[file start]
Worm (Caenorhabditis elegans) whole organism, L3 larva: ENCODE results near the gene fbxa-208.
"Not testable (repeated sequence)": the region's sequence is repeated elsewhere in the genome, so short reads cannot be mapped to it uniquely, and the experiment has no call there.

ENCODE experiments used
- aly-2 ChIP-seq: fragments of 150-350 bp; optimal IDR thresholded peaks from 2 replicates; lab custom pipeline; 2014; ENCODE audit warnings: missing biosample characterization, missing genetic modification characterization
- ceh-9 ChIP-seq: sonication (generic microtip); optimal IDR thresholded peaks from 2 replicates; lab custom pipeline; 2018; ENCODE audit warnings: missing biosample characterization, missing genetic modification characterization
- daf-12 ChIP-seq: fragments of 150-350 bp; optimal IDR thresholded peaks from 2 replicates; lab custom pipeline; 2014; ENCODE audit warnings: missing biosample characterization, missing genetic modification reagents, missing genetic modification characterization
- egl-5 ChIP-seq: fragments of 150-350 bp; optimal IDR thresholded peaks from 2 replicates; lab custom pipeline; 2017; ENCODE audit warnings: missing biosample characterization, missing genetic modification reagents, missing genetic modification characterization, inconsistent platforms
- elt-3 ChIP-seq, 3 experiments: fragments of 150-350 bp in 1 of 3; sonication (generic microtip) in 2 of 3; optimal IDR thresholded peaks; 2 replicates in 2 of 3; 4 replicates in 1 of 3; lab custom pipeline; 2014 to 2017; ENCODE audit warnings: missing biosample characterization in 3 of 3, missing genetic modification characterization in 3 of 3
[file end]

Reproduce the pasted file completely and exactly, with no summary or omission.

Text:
Worm (Caenorhabditis elegans) whole organism, L3 larva: ENCODE results near the gene fbxa-208.
"Not testable (repeated sequence)": the region's sequence is repeated elsewhere in the genome, so short reads cannot be mapped to it uniquely, and the experiment has no call there.

ENCODE experiments used
- aly-2 ChIP-seq: fragments of 150-350 bp; optimal IDR thresholded peaks from 2 replicates; lab custom pipeline; 2014; ENCODE audit warnings: missing biosample characterization, missing genetic modification characterization
- ceh-9 ChIP-seq: sonication (generic microtip); optimal IDR thresholded peaks from 2 replicates; lab custom pipeline; 2018; ENCODE audit warnings: missing biosample characterization, missing genetic modification characterization
- daf-12 ChIP-seq: fragments of 150-350 bp; optimal IDR thresholded peaks from 2 replicates; lab custom pipeline; 2014; ENCODE audit warnings: missing biosample characterization, missing genetic modification reagents, missing genetic modification characterization
- egl-5 ChIP-seq: fragments of 150-350 bp; optimal IDR thresholded peaks from 2 replicates; lab custom pipeline; 2017; ENCODE audit warnings: missing biosample characterization, missing genetic modification reagents, missing genetic modification characterization, inconsistent platforms
- elt-3 ChIP-seq, 3 experiments: fragments of 150-350 bp in 1 of 3; sonication (generic microtip) in 2 of 3; optimal IDR thresholded peaks; 2 replicates in 2 of 3; 4 replicates in 1 of 3; lab custom pipeline; 2014 to 2017; ENCODE audit warnings: missing biosample characterization in 3 of 3, missing genetic modification characterization in 3 of 3